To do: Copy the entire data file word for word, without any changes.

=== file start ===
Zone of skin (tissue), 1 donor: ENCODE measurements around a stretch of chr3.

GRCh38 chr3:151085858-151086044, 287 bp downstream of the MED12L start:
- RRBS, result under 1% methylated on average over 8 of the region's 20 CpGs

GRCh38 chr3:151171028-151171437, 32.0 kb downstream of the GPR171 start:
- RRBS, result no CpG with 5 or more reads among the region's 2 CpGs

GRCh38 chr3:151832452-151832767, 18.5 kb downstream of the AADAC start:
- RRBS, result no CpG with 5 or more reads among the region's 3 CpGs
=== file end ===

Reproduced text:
Zone of skin (tissue), 1 donor: ENCODE measurements around a stretch of chr3.

GRCh38 chr3:151085858-151086044, 287 bp downstream of the MED12L start:
- RRBS, result under 1% methylated on average over 8 of the region's 20 CpGs

GRCh38 chr3:151171028-151171437, 32.0 kb downstream of the GPR171 start:
- RRBS, result no CpG with 5 or more reads among the region's 2 CpGs

GRCh38 chr3:151832452-151832767, 18.5 kb downstream of the AADAC start:
- RRBS, result no CpG with 5 or more reads among the region's 3 CpGs